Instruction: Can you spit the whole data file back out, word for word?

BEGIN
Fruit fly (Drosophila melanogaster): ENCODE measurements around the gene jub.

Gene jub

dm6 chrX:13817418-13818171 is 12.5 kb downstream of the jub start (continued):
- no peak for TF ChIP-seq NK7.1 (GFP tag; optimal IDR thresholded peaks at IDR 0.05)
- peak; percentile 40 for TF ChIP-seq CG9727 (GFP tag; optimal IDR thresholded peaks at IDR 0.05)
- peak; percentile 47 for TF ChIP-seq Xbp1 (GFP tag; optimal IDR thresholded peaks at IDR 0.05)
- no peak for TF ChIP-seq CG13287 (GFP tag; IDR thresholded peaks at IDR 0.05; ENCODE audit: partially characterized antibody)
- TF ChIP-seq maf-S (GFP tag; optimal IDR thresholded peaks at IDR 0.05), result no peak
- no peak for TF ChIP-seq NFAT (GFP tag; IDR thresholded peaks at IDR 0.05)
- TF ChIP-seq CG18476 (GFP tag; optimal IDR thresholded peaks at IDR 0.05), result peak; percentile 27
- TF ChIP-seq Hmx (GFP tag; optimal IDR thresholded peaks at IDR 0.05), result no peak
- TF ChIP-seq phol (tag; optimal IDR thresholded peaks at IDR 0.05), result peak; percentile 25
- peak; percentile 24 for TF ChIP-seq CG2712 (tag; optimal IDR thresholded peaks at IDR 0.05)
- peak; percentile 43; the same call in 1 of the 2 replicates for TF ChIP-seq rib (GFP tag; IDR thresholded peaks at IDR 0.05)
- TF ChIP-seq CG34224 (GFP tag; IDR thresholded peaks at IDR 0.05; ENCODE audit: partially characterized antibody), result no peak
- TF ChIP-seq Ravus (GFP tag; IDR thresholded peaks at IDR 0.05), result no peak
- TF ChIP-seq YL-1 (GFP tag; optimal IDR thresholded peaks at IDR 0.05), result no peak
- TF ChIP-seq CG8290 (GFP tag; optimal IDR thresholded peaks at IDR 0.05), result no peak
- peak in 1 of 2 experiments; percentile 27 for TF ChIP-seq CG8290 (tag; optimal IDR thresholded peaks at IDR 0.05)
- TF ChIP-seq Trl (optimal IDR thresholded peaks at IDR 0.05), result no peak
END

Fruit fly (Drosophila melanogaster): ENCODE measurements around the gene jub.

Gene jub

dm6 chrX:13817418-13818171 is 12.5 kb downstream of the jub start (continued):
- no peak for TF ChIP-seq NK7.1 (GFP tag; optimal IDR thresholded peaks at IDR 0.05)
- peak; percentile 40 for TF ChIP-seq CG9727 (GFP tag; optimal IDR thresholded peaks at IDR 0.05)
- peak; percentile 47 for TF ChIP-seq Xbp1 (GFP tag; optimal IDR thresholded peaks at IDR 0.05)
- no peak for TF ChIP-seq CG13287 (GFP tag; IDR thresholded peaks at IDR 0.05; ENCODE audit: partially characterized antibody)
- TF ChIP-seq maf-S (GFP tag; optimal IDR thresholded peaks at IDR 0.05), result no peak
- no peak for TF ChIP-seq NFAT (GFP tag; IDR thresholded peaks at IDR 0.05)
- TF ChIP-seq CG18476 (GFP tag; optimal IDR thresholded peaks at IDR 0.05), result peak; percentile 27
- TF ChIP-seq Hmx (GFP tag; optimal IDR thresholded peaks at IDR 0.05), result no peak
- TF ChIP-seq phol (tag; optimal IDR thresholded peaks at IDR 0.05), result peak; percentile 25
- peak; percentile 24 for TF ChIP-seq CG2712 (tag; optimal IDR thresholded peaks at IDR 0.05)
- peak; percentile 43; the same call in 1 of the 2 replicates for TF ChIP-seq rib (GFP tag; IDR thresholded peaks at IDR 0.05)
- TF ChIP-seq CG34224 (GFP tag; IDR thresholded peaks at IDR 0.05; ENCODE audit: partially characterized antibody), result no peak
- TF ChIP-seq Ravus (GFP tag; IDR thresholded peaks at IDR 0.05), result no peak
- TF ChIP-seq YL-1 (GFP tag; optimal IDR thresholded peaks at IDR 0.05), result no peak
- TF ChIP-seq CG8290 (GFP tag; optimal IDR thresholded peaks at IDR 0.05), result no peak
- peak in 1 of 2 experiments; percentile 27 for TF ChIP-seq CG8290 (tag; optimal IDR thresholded peaks at IDR 0.05)
- TF ChIP-seq Trl (optimal IDR thresholded peaks at IDR 0.05), result no peak